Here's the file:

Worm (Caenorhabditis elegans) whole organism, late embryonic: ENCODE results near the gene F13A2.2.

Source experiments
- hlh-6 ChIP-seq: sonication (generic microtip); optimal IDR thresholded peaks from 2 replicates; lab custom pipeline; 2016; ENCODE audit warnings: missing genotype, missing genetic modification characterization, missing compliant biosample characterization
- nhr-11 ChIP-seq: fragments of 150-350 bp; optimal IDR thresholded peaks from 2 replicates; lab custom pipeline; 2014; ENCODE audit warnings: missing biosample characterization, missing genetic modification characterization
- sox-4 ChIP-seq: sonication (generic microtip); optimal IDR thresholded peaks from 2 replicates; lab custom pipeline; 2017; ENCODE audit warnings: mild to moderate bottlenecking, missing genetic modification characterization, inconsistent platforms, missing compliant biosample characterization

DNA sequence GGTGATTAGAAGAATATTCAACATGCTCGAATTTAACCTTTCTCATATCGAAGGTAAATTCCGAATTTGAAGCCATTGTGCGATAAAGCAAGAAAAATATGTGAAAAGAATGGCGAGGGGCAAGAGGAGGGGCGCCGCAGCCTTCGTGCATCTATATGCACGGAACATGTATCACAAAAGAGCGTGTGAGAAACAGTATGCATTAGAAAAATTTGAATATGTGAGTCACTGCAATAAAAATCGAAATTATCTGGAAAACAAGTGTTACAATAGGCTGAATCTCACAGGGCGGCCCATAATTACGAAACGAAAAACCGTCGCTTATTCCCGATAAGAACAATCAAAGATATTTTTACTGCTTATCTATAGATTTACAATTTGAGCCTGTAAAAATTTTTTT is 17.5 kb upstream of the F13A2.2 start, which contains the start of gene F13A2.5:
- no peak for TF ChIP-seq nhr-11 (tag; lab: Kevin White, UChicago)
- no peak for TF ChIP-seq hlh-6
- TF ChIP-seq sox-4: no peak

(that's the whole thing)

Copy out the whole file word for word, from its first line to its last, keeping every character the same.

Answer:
Worm (Caenorhabditis elegans) whole organism, late embryonic: ENCODE results near the gene F13A2.2.

Source experiments
- hlh-6 ChIP-seq: sonication (generic microtip); optimal IDR thresholded peaks from 2 replicates; lab custom pipeline; 2016; ENCODE audit warnings: missing genotype, missing genetic modification characterization, missing compliant biosample characterization
- nhr-11 ChIP-seq: fragments of 150-350 bp; optimal IDR thresholded peaks from 2 replicates; lab custom pipeline; 2014; ENCODE audit warnings: missing biosample characterization, missing genetic modification characterization
- sox-4 ChIP-seq: sonication (generic microtip); optimal IDR thresholded peaks from 2 replicates; lab custom pipeline; 2017; ENCODE audit warnings: mild to moderate bottlenecking, missing genetic modification characterization, inconsistent platforms, missing compliant biosample characterization

DNA sequence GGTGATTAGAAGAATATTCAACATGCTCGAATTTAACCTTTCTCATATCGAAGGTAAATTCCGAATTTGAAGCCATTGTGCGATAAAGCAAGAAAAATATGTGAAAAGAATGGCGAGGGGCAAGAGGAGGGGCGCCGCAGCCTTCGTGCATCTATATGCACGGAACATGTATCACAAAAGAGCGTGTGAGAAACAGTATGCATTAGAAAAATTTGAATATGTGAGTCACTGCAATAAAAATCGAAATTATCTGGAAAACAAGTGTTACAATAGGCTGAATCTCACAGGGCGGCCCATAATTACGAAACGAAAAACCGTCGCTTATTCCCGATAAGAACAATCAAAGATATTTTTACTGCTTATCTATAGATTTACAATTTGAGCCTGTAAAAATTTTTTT is 17.5 kb upstream of the F13A2.2 start, which contains the start of gene F13A2.5:
- no peak for TF ChIP-seq nhr-11 (tag; lab: Kevin White, UChicago)
- no peak for TF ChIP-seq hlh-6
- TF ChIP-seq sox-4: no peak